Technology Positioning Statement Report

4.1.6 Desktop and Notebook Security Technologies

Description: Desktop security technologies, including hardware and software.

Category: 4 - Client Platforms   Subcategory: 1 - General Purpose Client Platforms
Old Category: none




Industry UsageSC Usage

Performance Metrics

Security; ease of use; transparency; ease of administration.

Usage and Dependencies

Industry Position: According to Gartner, OS security on the primary end-user desktop OS will be "good enough" for the mainstream by 2001. Microsoft's end-user OS security functionality varies by OS and release, and organizations will continue to shift platforms over the next several years, while the third-party product market is immature and changing rapidly. Windows 2000 is designed to provide single authentication across Windows 2000 resources, encrypted file system and IP encryption.

Giga (Andrew Bartels) has recommended clients give serious consideration to implementing a smart card-based digital certificate system for providing online authentication and access, both for internal intranet applications and for extranet applications where authentication is a high priority.

"with the price reduction of smart cards, the launch of the American Express Blue Card in 1999 and the launch of Visa smart cards in 2000, the consumer financial deployment of smart cards by North American financial firms is starting to take off. Similarly, we now expect that approximately 10 percent of the Fortune 500 companies in the US, especially those in financial services, pharmaceuticals and defense, will deploy employee ID and access/control smart cards in 2001, as will many US government agencies."

"We continue to believe that online authentication is the “killer app” for smart cards in North America. Smart cards provide a more secure, more portable and more user-friendly medium for digital certificates and the associated private signing key than the PC. The barriers to smart cards with digital certificates continue to be (a) the cost of the cards and associated smart card readers that connect to PCs and (b) the business belief that a user’s name and password provides adequate authentication relative to security exposures. Nonetheless, we expect to see rising business adoption of smart cards with digital certificates for online authentication initially of employees and customers of financial service companies, and then slow and patchy adoption for customers and suppliers of companies in general." -- Giga's Updated Projections for When and Where Smart Cards (With Digital Certificates) Will Be Adopted for Online Authentication, Andrew Bartels, Giga, Mar. 15, 2001.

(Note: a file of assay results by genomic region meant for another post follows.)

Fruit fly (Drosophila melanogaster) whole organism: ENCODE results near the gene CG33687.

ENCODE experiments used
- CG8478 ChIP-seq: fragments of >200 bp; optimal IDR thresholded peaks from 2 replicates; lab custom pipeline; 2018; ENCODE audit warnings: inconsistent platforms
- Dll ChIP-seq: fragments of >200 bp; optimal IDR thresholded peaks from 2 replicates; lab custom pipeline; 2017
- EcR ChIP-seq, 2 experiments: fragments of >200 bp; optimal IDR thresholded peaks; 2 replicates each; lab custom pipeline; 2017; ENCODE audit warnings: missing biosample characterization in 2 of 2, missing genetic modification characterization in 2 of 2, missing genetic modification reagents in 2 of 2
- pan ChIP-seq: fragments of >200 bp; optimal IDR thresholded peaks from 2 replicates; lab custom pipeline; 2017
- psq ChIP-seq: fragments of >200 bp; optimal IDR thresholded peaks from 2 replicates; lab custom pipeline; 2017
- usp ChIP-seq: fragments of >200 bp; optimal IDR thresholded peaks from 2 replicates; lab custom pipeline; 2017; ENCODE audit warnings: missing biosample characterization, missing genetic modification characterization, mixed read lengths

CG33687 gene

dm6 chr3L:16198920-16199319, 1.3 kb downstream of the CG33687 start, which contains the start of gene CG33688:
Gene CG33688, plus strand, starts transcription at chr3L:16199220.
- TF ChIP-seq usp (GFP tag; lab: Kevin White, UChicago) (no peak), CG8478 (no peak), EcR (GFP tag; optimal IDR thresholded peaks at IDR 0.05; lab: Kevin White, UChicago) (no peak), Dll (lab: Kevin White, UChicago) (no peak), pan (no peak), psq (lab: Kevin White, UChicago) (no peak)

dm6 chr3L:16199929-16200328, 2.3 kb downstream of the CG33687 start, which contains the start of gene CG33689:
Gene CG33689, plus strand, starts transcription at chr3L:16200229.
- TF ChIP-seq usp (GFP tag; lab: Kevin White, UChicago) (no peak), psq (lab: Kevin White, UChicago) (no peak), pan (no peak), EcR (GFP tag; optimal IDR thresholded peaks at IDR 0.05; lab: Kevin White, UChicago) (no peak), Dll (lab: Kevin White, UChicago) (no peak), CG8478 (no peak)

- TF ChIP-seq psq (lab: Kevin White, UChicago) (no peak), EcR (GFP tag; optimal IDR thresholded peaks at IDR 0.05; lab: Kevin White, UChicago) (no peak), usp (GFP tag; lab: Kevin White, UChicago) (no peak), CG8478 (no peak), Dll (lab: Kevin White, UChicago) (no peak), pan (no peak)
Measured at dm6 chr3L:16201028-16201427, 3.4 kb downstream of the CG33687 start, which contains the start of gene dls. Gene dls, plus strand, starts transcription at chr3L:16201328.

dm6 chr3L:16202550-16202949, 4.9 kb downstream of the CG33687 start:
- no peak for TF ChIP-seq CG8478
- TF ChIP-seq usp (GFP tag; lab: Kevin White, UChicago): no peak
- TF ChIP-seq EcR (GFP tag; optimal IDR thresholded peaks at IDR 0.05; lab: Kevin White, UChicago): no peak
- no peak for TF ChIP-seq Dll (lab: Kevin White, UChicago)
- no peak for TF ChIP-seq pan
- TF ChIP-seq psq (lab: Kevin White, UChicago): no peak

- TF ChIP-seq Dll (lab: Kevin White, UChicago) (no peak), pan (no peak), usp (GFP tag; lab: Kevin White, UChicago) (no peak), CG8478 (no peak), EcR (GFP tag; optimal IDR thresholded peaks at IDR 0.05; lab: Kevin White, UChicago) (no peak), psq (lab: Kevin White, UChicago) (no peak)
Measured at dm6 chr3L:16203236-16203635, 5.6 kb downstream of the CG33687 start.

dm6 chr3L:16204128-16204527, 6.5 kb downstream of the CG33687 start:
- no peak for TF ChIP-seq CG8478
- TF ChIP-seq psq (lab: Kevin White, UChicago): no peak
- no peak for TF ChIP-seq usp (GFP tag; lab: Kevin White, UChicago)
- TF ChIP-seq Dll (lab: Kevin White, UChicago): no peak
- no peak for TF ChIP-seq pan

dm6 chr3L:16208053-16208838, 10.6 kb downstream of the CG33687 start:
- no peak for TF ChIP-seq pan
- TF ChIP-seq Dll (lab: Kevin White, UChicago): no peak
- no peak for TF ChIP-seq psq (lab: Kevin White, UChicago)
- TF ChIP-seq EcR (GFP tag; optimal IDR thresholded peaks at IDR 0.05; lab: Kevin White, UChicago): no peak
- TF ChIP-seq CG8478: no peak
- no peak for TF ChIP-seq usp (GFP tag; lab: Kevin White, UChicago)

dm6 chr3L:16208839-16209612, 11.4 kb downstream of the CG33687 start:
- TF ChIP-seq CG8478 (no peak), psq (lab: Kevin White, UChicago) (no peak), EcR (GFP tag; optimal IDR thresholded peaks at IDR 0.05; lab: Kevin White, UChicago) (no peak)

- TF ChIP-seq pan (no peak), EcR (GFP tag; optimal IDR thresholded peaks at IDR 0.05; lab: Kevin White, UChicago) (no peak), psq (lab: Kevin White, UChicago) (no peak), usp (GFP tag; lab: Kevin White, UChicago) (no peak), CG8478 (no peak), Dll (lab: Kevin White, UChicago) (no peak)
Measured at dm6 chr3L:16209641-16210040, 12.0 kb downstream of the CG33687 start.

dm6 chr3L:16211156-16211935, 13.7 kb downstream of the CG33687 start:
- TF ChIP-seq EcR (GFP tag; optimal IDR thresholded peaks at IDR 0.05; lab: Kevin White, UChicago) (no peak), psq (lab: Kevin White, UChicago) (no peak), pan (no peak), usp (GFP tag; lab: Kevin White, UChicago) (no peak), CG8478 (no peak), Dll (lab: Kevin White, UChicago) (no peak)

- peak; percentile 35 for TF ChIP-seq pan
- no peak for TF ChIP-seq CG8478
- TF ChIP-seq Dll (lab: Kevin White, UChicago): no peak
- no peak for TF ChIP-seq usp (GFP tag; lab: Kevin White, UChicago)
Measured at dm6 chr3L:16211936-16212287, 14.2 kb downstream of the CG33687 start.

"PKI is not for everyone. And Windows 2000 PKI does have distinct limitations in the current Windows 2000 1.0 release. These limitations will persist until at least the release of the 1.1 Windows 2000 upgrade which is due out at year’s end. Realistically though, customers may even have to wait until the “Blackcomb” release (the code name for the third generation of Windows 2000, which may be two to three years off) ships." -- Windows 2000 and PKI: What You Need to Know, Laura DiDio and Jan Sundgren, Giga, March 5, 2001

SC Usage: SC will comply with the security requirements of the SC Cyber Security Protection Plan (SCPP). SC is collaborating on public key encryption (PKI) standards and methods, both within DOE and in other Federal efforts. SC Web applications and some headquarters applications use password prompting, while FMIS and RIMS use internal ID and password plus OS-based group rights and access rights. The X.500 protocol is used DOE-wide to support the Public Key Infrastructure (PKI) security initiative.

SC Application Impact: Budget Formulation, Evaluation Data Management System, Funding Decision Information System, Guidance Information System.

Last Update: Valid Until:


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